10.11.12. Birdlog. (counting up)
Frodsham Score was on form again with 2,000 Canada Geese and within their midst was a Barnacle Goose and 2 Small Grey Geese ( both melted into the flock before being identified.
2 Little Egret and a Great White Egret were reward for the long trek to the north-west corner of No 4 tank for views across the Score (with thanks to Guido for a bit of pot-hole driving. AMB, WSM).
View of Mount Manisty on Frodsham Score from the north banks of No 4 tank. Image by Tony Broome.
Immature male and female Goldeneye were on the Ship Canal below No 4 tank. Upwards of 450 Teal, 23 Shoveler, 4 Wigeon, male and female RD and a pair of Pintail on No 6 tank.
Tony Broome with his de-mob coat c1970, birding Frodsham Score today. Image by WSM.
The usual pair of Peregrines was positioned on the tall blue-topped chimney at Weston Point, Several Buzzards were present including a well-marked intermediate individual. A Merlin was on Frodsham Score and a female Sparrowhawk was again active and putting the frighteners on the Starling flocks.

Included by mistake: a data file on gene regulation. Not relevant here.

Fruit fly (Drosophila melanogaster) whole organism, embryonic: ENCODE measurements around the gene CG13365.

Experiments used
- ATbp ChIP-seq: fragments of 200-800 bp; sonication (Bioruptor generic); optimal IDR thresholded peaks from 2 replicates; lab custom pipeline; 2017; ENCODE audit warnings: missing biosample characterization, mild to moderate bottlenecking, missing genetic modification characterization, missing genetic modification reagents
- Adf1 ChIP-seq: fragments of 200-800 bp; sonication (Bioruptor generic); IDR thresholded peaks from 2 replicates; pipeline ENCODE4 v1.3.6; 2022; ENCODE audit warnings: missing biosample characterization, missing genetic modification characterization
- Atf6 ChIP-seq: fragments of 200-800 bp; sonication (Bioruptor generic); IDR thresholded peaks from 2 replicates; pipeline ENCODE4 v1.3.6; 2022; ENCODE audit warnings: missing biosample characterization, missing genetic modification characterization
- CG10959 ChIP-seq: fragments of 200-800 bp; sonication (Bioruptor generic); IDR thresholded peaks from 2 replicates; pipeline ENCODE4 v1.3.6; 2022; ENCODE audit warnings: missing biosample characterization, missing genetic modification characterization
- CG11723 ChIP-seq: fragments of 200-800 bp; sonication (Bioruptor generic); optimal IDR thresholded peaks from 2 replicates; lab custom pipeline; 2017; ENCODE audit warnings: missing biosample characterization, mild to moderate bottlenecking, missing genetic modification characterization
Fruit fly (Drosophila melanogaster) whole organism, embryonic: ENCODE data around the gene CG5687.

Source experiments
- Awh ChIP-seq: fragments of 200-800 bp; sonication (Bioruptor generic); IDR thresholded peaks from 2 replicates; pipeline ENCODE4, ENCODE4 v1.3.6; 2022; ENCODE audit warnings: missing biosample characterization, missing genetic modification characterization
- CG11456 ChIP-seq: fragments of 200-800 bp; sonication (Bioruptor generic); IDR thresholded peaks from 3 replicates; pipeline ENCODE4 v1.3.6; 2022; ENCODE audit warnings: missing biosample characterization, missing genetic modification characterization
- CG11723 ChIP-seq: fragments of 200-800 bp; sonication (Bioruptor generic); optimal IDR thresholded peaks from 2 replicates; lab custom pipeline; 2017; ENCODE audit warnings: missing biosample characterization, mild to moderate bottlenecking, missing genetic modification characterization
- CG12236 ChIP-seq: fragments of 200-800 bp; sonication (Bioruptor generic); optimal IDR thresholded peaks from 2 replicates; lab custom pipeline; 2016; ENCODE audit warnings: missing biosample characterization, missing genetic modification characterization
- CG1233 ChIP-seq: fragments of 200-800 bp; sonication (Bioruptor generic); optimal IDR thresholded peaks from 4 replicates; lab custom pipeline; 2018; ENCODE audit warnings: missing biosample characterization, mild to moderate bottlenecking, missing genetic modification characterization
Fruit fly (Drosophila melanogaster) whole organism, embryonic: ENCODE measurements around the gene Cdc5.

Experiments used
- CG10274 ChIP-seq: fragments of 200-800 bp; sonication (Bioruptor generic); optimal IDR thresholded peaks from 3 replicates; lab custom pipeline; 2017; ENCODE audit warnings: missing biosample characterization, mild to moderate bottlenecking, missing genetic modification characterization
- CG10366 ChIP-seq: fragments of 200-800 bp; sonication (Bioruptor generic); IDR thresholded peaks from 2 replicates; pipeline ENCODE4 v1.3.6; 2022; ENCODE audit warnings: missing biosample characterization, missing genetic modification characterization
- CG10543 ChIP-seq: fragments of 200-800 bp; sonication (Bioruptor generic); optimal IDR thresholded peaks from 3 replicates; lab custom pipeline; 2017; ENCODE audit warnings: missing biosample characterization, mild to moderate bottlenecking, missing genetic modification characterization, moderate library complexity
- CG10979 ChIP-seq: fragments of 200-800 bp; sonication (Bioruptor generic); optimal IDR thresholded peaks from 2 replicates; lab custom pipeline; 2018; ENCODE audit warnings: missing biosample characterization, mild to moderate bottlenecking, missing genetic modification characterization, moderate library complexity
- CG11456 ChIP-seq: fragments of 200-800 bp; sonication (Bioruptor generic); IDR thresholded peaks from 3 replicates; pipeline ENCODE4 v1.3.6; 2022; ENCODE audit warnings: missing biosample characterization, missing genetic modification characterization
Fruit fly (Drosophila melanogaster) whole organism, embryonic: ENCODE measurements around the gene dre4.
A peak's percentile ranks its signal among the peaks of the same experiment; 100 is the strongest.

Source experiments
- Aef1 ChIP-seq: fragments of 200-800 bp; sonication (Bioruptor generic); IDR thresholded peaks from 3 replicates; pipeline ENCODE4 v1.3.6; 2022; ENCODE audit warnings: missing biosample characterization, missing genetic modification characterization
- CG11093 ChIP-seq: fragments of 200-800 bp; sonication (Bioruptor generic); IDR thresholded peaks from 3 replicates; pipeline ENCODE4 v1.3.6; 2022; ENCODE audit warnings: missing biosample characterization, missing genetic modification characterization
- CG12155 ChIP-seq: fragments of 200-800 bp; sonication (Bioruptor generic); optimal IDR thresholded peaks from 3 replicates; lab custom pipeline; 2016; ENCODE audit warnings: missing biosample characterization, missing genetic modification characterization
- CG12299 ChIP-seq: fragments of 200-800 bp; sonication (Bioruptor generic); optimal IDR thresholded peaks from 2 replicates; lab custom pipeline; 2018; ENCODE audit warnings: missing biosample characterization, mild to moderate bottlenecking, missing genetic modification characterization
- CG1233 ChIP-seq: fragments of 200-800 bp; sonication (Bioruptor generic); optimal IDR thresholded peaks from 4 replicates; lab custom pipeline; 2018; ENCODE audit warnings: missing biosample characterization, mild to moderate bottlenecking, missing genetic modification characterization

Waders present in the area included flocks of Common Snipe with 20, 15 and 35 in flight over the tank.
3 Water Rails were disputing winter feeding territory below the viewing area on No 6 tank.
Upwards of 40 Raven were present on the marsh today and one particular bird bore colour rings to its legs, left green over yellow and green on right leg, this individual was present on No 5 tank. The other birds were divided between No 5 tank and Frodsham Score.
Fieldfare were evident with flocks of various sizes moving through with a maximum of 53 in one flock. Both Blackbirds and Song Thrush numbers were again in good numbers a combined count of 20 Song Thrushes along the track at No 6 tank was fairly typical for the day.
2 Stonechat near Marsh farm were birds seen in previous weeks.
Observers: Arthur Harrison, Guido D’Isidoro , Frank Duff, Tony Broome (VIP appearance), WSM.
Got an email from John Barber who was watching No 6 tank and said: Several hundred Golden Plover were present around 8.30am, close to the viewing position and in good light. After a few minutes I picked out a bird which looked almost identical to yesterday’s bird at Pickering Pasture ( possibly the same bird ?? ) So I carefully watched it for about twenty minutes, until it finally raised and stretched it’s wings, revealing white axillaries – so this particular bird wasn’t an American Golden Plover.